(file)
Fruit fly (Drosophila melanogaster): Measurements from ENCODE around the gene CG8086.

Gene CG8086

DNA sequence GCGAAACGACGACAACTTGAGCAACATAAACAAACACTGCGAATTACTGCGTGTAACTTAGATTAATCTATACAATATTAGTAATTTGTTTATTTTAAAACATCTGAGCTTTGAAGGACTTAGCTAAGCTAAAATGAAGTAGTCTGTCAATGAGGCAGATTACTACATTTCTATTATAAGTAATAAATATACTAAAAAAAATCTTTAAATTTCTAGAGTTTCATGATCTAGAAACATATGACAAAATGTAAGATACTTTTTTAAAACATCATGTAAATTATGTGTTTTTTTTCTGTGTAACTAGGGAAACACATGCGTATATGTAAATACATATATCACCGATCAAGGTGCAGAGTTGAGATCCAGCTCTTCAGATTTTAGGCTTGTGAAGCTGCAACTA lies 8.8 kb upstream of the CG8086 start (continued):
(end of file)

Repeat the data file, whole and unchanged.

Fruit fly (Drosophila melanogaster): Measurements from ENCODE around the gene CG8086.

Gene CG8086

DNA sequence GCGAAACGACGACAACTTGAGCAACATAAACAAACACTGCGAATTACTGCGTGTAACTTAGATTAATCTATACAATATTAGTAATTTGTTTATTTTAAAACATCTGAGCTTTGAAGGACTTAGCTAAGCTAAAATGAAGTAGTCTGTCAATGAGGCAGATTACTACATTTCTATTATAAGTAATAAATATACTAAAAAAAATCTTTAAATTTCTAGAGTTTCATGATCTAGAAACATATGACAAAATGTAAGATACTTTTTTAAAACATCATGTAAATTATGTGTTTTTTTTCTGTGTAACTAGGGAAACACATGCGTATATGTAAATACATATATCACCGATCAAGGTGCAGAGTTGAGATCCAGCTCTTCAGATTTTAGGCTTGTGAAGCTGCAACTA lies 8.8 kb upstream of the CG8086 start (continued):